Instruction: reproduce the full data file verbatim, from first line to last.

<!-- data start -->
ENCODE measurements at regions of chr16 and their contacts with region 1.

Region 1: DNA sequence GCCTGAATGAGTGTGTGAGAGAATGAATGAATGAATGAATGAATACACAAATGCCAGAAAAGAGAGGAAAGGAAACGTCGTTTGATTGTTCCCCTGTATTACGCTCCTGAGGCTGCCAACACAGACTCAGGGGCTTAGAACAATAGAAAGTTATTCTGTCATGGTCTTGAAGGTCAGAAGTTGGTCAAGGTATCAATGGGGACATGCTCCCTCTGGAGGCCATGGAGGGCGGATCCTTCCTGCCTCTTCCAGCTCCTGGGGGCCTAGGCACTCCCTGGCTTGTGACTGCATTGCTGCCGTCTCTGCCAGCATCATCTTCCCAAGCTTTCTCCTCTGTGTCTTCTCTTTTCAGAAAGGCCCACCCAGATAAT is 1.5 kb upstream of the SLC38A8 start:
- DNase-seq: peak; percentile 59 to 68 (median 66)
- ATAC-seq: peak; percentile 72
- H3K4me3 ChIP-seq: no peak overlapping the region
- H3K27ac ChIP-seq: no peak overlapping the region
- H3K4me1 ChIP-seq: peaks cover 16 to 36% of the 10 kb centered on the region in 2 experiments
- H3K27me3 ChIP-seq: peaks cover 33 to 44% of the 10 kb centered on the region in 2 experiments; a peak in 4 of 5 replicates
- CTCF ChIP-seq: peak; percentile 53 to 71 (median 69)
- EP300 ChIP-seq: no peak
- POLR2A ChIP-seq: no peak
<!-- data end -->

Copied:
ENCODE measurements at regions of chr16 and their contacts with region 1.

Region 1: DNA sequence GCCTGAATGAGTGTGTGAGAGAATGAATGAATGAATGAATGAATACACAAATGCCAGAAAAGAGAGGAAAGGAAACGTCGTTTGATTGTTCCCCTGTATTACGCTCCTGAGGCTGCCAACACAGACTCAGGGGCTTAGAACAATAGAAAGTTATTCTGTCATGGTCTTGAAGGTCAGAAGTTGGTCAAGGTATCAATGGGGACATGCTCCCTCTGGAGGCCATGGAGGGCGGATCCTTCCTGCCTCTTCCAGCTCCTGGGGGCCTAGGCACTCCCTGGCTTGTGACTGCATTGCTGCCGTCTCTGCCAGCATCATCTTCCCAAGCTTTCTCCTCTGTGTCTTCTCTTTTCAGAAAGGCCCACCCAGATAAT is 1.5 kb upstream of the SLC38A8 start:
- DNase-seq: peak; percentile 59 to 68 (median 66)
- ATAC-seq: peak; percentile 72
- H3K4me3 ChIP-seq: no peak overlapping the region
- H3K27ac ChIP-seq: no peak overlapping the region
- H3K4me1 ChIP-seq: peaks cover 16 to 36% of the 10 kb centered on the region in 2 experiments
- H3K27me3 ChIP-seq: peaks cover 33 to 44% of the 10 kb centered on the region in 2 experiments; a peak in 4 of 5 replicates
- CTCF ChIP-seq: peak; percentile 53 to 71 (median 69)
- EP300 ChIP-seq: no peak
- POLR2A ChIP-seq: no peak